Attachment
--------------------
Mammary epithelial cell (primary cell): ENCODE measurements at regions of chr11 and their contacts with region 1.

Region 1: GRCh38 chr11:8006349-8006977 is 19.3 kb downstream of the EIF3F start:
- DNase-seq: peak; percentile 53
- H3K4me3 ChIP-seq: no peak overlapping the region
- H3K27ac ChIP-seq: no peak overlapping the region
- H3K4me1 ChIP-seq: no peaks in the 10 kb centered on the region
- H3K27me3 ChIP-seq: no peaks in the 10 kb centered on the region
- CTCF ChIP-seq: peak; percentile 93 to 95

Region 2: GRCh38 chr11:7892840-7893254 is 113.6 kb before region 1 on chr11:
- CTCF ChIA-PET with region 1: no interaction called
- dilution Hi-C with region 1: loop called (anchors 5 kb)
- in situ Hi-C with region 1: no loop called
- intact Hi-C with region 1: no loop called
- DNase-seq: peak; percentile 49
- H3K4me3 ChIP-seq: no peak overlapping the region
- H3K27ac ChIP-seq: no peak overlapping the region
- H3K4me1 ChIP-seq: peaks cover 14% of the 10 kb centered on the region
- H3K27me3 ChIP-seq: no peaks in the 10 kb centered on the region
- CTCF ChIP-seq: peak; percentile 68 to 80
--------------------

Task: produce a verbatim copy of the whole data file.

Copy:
Mammary epithelial cell (primary cell): ENCODE measurements at regions of chr11 and their contacts with region 1.

Region 1: GRCh38 chr11:8006349-8006977 is 19.3 kb downstream of the EIF3F start:
- DNase-seq: peak; percentile 53
- H3K4me3 ChIP-seq: no peak overlapping the region
- H3K27ac ChIP-seq: no peak overlapping the region
- H3K4me1 ChIP-seq: no peaks in the 10 kb centered on the region
- H3K27me3 ChIP-seq: no peaks in the 10 kb centered on the region
- CTCF ChIP-seq: peak; percentile 93 to 95

Region 2: GRCh38 chr11:7892840-7893254 is 113.6 kb before region 1 on chr11:
- CTCF ChIA-PET with region 1: no interaction called
- dilution Hi-C with region 1: loop called (anchors 5 kb)
- in situ Hi-C with region 1: no loop called
- intact Hi-C with region 1: no loop called
- DNase-seq: peak; percentile 49
- H3K4me3 ChIP-seq: no peak overlapping the region
- H3K27ac ChIP-seq: no peak overlapping the region
- H3K4me1 ChIP-seq: peaks cover 14% of the 10 kb centered on the region
- H3K27me3 ChIP-seq: no peaks in the 10 kb centered on the region
- CTCF ChIP-seq: peak; percentile 68 to 80